spit (v.1) Look up spit at Dictionary.com
"expel saliva," Old English spittan (Anglian), spætan (West Saxon), transitive and intransitive, past tense *spytte, from Proto-Germanic *spitjan, from PIE *sp(y)eu-, of imitative origin (see spew (v.)). Not the usual Old English word for this; spætlan (see spittle) and spiwan are more common; all are from the same root. To spit as a gesture of contempt (especially at someone) is in Old English. Related: Spat; spitting.
spit (n.1) Look up spit at Dictionary.com
"saliva," early 14c., from spit (v.1). Meaning "the very likeness" in modern use is attested from 1825 (as in spitting image, attested from 1887); compare French craché in same sense. Spit-curl (1831) was originally considered colloquial or vulgar. Military phrase spit and polish first recorded 1895.
spit (n.2) Look up spit at Dictionary.com
"sharp-pointed rod for roasting meat," late Old English spitu "a spit," from Proto-Germanic *spituz (cognates: Middle Dutch and Dutch spit, Swedish spett (which perhaps is from Low German), Old High German spiz, German Spieß "roasting spit," German spitz "pointed"), from PIE *spei- "sharp point" (see spike (n.1)). This is also the source of the word meaning "sandy point" (1670s). Old French espois, Spanish espeto "spit" are Germanic loan-words. The verb meaning "to put on a spit" is recorded from c.1200.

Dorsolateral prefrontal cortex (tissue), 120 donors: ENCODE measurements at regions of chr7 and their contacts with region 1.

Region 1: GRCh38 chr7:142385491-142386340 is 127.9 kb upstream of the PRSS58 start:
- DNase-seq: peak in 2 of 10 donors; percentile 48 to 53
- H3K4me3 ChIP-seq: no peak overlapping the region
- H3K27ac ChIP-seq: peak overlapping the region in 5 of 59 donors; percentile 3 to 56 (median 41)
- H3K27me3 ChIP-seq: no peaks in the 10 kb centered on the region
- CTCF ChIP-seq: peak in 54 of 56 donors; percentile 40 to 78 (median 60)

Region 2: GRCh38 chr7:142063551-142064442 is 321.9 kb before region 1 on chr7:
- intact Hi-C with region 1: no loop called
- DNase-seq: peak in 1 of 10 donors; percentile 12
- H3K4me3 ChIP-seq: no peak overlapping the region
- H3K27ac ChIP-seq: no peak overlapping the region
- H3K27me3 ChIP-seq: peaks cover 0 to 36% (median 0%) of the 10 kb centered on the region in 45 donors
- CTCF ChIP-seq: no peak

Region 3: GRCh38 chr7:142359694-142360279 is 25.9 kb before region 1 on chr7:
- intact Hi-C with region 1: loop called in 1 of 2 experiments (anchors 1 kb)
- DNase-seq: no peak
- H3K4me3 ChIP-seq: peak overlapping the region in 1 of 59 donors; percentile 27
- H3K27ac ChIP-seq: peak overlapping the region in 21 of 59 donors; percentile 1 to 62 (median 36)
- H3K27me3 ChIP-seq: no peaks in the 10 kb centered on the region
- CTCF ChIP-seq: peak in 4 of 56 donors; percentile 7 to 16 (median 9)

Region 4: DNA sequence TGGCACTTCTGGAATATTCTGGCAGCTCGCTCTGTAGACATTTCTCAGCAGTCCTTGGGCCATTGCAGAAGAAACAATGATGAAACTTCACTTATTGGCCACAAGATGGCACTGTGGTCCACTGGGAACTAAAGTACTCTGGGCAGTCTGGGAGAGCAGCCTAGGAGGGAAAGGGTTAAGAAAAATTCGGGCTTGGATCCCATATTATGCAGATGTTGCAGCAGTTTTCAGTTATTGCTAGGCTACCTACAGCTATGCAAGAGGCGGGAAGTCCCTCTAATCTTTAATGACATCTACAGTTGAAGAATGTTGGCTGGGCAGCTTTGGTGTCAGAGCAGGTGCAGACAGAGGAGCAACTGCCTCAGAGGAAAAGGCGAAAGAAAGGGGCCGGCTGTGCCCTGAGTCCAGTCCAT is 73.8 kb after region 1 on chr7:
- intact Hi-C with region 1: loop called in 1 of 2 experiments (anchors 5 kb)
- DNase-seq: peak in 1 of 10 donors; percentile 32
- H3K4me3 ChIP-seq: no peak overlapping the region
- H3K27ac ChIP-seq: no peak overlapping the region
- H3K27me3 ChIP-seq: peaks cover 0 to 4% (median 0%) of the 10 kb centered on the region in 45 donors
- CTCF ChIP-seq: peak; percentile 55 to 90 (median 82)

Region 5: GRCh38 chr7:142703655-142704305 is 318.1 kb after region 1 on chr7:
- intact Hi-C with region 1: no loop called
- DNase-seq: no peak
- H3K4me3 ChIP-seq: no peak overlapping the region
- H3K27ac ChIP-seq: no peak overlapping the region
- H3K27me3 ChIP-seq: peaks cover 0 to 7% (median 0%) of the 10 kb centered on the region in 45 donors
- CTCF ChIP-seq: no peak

spit (v.2) Look up spit at Dictionary.com
c.1200, "put on a spit, thrust with a spit," from late Old English sputtian "to spit" (for cooking), from spit (n.2). Meaning "pierce with a weapon, transfix, impale" is from early 15c. Related: Spitted; spitting. Nares' Glossary has spit-frog "a small sword."